Transportation Infrastructure Policies May Leave Economy Gridlocked

Dec 08, 2010, 14:58 ET from American Society of Civil Engineers

Civil Engineers Echo Bipartisan Industry Leaders Group Call for Transportation Policy Reform

RESTON, Va., Dec. 8, 2010 /PRNewswire-USNewswire/ -- The following statement is attributable to Kathy J. Caldwell, P.E., president of the American Society of Civil Engineers:

"America's roads, bridges and transit systems form the foundation of our economy and our quality of life. Now, as many of those critical systems are sliding closer and closer to failure, we are getting hit with the harsh reality that treating the problem with short-term policy solutions and 'band aid' funding measures hasn't been successful or beneficial to our long-term outlook.

"Investing in infrastructure will never be cheap, and having that conversation while families and businesses are struggling will be difficult. However, we must remember that failing infrastructure is already having an impact on the wallet of each and every American, whether it's in wasted fuel, declining productivity or increasing costs for everything from milk to blue jeans. This isn't a Republican issue or a Democrat issue. It's an American issue, and we have to demand that it be treated as such.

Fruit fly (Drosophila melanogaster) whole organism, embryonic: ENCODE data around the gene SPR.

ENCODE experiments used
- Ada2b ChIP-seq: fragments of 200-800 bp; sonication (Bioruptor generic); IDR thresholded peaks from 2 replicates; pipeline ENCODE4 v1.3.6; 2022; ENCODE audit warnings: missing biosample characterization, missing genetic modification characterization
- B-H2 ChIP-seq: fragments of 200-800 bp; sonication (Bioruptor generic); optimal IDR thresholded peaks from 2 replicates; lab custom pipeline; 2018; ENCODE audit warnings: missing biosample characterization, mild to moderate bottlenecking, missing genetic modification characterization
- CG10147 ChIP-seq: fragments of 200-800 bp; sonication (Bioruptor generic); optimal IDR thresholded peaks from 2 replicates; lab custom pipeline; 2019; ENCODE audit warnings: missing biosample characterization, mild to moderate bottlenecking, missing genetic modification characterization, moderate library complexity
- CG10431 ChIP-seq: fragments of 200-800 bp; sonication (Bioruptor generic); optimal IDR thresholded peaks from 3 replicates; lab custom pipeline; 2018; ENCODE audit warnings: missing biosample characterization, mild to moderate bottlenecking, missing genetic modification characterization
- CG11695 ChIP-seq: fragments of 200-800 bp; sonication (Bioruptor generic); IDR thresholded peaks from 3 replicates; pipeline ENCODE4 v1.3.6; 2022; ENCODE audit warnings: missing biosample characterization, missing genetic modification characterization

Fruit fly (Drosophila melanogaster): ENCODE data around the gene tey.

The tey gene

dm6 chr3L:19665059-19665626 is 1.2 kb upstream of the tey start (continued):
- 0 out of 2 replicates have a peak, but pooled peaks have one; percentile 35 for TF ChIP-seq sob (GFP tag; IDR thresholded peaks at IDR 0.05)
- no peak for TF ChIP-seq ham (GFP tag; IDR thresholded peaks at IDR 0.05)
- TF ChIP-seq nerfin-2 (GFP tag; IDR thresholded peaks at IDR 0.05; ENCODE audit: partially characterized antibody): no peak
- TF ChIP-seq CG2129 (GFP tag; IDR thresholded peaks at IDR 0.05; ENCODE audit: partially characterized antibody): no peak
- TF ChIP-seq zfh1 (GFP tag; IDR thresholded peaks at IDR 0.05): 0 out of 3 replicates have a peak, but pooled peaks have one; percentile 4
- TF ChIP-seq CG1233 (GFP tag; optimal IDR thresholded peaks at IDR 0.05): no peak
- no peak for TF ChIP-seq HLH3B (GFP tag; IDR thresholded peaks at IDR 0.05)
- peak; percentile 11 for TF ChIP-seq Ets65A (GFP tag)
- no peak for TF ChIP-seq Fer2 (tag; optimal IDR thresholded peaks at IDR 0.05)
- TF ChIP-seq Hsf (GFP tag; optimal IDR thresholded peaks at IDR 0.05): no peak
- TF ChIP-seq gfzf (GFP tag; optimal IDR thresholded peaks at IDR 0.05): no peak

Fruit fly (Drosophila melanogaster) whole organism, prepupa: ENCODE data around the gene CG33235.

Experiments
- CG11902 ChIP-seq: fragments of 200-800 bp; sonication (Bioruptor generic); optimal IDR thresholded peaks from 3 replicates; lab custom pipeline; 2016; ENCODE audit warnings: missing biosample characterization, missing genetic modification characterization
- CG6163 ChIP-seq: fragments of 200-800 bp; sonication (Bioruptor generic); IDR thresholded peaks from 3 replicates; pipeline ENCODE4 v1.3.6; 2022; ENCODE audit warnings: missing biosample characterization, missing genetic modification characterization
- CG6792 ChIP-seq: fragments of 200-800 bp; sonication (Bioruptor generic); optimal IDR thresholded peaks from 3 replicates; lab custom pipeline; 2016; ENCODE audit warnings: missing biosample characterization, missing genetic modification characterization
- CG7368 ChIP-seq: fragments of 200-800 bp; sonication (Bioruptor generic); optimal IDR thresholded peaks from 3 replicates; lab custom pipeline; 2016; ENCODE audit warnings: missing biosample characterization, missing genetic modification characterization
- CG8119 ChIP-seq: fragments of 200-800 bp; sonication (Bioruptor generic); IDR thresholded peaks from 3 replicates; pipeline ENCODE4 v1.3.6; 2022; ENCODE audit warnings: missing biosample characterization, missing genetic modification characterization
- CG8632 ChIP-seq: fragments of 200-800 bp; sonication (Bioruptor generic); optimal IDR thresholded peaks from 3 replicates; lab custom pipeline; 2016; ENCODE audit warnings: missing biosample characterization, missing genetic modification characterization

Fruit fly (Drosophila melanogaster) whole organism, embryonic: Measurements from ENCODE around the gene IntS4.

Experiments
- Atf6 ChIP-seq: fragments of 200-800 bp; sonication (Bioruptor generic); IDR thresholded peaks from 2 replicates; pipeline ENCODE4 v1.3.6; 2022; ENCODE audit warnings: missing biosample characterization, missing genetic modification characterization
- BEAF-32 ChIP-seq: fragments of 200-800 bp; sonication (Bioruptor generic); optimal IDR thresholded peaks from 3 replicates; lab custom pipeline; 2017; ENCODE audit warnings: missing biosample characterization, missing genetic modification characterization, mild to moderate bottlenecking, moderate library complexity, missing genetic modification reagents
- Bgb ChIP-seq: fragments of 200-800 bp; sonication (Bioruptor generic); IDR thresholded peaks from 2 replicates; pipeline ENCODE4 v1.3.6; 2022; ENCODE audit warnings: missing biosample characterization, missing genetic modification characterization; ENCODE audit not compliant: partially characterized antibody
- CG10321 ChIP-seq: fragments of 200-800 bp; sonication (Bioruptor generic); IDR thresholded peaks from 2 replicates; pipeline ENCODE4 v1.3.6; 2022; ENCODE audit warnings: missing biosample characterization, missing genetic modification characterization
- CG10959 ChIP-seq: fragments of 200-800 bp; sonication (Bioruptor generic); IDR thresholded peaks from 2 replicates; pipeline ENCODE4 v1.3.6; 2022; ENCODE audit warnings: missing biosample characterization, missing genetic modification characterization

"Because they take the same approach in their own homes, Americans understand that when resources are scarce you must invest wisely and efficiently, and require accountability for those investments. It's time that our political leaders follow suit.

"That is why the American Society of Civil Engineers continues to urge Congress and the White House to take a leadership position on ensuring that the nation's transportation infrastructure is able to meet our needs, both now, and in the future. By overhauling existing policies to provide better performance standards and accountability measures, as well as long-term, stable sources of funding, our leaders can help us maintain and improve America's global competitiveness and quality of life."

To learn more about ASCE's Report Card for America's Infrastructure, visit:

Founded in 1852, the American Society of Civil Engineers represents more than 140,000 civil engineers worldwide and is America's oldest national engineering society. For more information, visit

SOURCE American Society of Civil Engineers